Satellite Footprint: In geostationary orbit, communications satellites have direct line-of-sight to almost half the earth - a large "footprint" which is a major advantage. A signal sent via satellite can be transmitted simultaneously to every U.S. city. Many downlinks can be aimed at one satellite and each can receive the same program; this is called point to multipoint.

Transponders: Via an uplink, video, audio or data signals can be transmitted to a satellite transponder. There may be up to 40 transponders per satellite; each can amplify and relay signals to earth which are picked up by earth stations.

C/Ku-Band: Domestic communications satellites operate on two frequency ranges designated C- and Ku-band. Each requires specific electronic equipment. C-band is less expensive; operates at 4 kHz. Ku-band operates at 12 kHz. Some teleconferences are broadcast on both bands.

Receivers: Convert satellite signals into channels viewed (one at a time) on a TV monitor; designed to tune-in the format, bandwidth, and audio sub-carrier. Programs broadcast in code (encryption) are decoded at receive sites.

Basic Receivers: Lowest cost; limited (or manual) channel tuning capability; may use fixed antennas.

Multi-Format Receivers: Most versatile; adjusts for all broadcast formats; receive any satellite video program in six or more bandwidth selections, and two agile audio subcarrier switches; usually a motorized systems.

Fixed Position System: Low cost systems limited to reception from one satellite and one band.

Motorized System: Receives programs on different satellites by adjusting the dish position.

Automated Systems: Microprocessor controlled for instant movement to satellites (positions stored in memory).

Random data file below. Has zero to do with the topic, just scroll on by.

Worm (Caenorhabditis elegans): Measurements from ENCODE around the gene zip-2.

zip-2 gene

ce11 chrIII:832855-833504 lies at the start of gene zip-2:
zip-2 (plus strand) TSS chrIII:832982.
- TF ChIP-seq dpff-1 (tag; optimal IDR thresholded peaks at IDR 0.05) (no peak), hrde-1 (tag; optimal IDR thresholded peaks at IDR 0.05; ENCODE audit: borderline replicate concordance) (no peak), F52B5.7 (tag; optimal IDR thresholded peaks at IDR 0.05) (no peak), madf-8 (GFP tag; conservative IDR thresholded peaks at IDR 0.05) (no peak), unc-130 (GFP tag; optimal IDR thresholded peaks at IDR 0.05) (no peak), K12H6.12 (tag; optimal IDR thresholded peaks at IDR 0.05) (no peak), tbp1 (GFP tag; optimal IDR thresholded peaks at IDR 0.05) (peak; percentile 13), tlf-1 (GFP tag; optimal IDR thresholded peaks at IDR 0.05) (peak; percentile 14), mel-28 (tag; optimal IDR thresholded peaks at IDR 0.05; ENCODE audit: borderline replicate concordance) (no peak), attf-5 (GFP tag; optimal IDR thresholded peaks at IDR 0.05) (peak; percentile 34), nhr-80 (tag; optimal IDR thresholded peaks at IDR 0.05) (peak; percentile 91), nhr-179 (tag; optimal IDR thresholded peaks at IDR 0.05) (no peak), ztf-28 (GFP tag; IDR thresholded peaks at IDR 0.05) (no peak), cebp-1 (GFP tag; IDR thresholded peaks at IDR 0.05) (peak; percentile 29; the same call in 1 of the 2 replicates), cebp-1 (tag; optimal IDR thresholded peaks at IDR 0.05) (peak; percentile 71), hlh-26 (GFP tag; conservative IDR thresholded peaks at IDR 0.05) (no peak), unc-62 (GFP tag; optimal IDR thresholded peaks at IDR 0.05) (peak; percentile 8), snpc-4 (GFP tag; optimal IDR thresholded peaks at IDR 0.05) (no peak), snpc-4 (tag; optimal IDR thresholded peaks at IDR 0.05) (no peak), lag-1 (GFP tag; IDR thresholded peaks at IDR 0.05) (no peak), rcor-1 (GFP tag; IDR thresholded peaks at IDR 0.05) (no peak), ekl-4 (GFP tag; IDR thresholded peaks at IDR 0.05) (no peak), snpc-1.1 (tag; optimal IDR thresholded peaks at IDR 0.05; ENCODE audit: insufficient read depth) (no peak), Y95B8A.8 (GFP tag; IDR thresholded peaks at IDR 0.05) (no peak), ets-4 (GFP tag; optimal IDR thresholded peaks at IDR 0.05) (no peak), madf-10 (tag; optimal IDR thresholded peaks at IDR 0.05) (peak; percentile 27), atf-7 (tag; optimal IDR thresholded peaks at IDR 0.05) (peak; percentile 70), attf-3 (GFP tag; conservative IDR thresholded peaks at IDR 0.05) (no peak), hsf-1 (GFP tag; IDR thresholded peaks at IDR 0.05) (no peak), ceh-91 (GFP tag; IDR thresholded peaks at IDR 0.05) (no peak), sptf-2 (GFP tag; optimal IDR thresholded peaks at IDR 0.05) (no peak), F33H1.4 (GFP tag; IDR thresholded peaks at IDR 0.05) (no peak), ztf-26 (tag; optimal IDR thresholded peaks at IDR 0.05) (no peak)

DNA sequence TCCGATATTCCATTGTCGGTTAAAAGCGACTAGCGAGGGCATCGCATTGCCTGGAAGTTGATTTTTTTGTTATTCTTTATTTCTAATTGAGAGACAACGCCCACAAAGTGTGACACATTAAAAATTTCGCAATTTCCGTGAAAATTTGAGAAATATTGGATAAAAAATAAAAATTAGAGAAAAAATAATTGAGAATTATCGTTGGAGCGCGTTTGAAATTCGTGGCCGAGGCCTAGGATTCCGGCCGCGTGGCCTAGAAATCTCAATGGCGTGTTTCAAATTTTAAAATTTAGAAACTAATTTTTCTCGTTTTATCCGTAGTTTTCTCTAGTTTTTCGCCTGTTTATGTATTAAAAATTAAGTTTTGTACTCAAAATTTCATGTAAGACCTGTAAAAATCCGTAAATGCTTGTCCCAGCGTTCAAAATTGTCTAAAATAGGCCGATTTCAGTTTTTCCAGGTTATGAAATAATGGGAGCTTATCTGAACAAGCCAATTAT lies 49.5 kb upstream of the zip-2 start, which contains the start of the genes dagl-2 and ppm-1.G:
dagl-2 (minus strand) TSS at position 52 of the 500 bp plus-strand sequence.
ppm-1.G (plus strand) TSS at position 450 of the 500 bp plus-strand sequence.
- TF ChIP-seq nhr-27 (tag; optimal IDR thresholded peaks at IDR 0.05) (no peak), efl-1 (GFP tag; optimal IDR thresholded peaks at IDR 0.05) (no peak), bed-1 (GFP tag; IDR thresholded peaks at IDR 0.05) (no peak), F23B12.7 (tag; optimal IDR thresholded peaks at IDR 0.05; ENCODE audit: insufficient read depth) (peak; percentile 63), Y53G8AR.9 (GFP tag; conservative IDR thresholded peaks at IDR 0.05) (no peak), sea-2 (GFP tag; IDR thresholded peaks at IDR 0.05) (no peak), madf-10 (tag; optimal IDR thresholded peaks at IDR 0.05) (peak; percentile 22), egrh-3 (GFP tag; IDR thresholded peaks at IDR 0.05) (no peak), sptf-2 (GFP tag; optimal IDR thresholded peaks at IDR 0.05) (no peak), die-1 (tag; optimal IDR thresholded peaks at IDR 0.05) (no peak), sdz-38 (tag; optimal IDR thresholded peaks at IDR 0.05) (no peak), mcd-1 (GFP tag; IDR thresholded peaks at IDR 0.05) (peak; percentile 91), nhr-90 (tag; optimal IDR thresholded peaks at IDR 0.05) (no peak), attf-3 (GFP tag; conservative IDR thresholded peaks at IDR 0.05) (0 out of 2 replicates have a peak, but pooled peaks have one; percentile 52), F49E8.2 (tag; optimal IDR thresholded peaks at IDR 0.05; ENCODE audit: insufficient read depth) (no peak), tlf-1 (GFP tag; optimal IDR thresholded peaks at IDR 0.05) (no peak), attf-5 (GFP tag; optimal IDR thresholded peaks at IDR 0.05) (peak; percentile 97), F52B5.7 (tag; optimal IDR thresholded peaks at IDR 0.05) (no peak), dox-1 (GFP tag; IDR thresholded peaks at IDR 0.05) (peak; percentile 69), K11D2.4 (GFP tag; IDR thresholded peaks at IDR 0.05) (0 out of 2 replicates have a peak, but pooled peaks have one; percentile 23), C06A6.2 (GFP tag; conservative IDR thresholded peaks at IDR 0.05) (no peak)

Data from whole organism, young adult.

International Satellite

Alpha Lyracom Space Communications/Pan American Satellite is the world's first private international satellite system. PAS-1 carries many specialized communications services including full and part-time video, low and high speed data, broadcast data and radio and business television to over 70 countries on three continents. It can be seen (received) by a 2.4 meter antenna. It has 18 C-band and six Ku-band transponders with a shared capacity that increases traffic.

PanAmSat handles all phases of an international broadcast as compared to INTELSAT (International Telecommunications Satellite Organization) where the customer must book the domestic and foreign half circuits and pay for each downlink. INTELSAT was established primarily to handle the PTT telephone transmissions, while PanAmSat was established to be easily accessible by distance education institutions and private enterprise. The FCC licenses PanAmSat transportables for years, as compared to the FCC special temporary authority (STA) license for INTELSAT. PanAmSat transportables can uplink from any location without a special license.

PanAmSat writes yearly contracts with customers. It does not charge for multiple downlinks. Time on PAS-1 books from between $960 to $2,400 per hour depending on the volume discount based on yearly usage. To book time on PAS-1, call the day-of-air or future event number, with the origination site, uplink, downlink sites, and conference time. PanAmSat handles the rest. By booking time through satellite brokers (EDS, PSN, Satellite Management International) ad hoc users can reduce time costs. PanAmSat is negotiating for three more satellites to be in place in 1994-95.


Compressed Video

Digital compression means that the codec compresses the video signal or data to a fraction of its original size so that the data rate is appropriate to transmit over low-cost terrestrial telephone lines or on a fraction of a satellite transponder. Codecs (COder/DECorder) compress the video and audio signal allowing it to be transmitted in a smaller bandwidth which reduces the cost of the transmission.

Standard transmission rates for video teleconferencing are multiples of 64 Kbs up to the T1 rate of 1.54 Mbs. Some codecs allow speed selection to match the circuit used. The speed selected is based on the content. When close to full motion video is needed, higher rates are needed.

T1 circuits connect PBXs to the telephone company's central office and can carry up to 24 voice channels at a lower cost than 24 voice circuits. A 56 Kb or 64 KBS codec operates in the range of one voice channel. A standard video signal digitized at 90 Mbs is comprised of about 1400 voice channels.


Freeze Frame Video

Freeze frame video uses telephone channels to transmit video information. Because of the narrow bandwidth, the image takes a few moments to reach the receive site where it appears on the TV as a still picture. The advantages are lower costs and flexibility in linking multiple sites. Slow scan systems are similar to freeze frame and the terms are often used synonymously.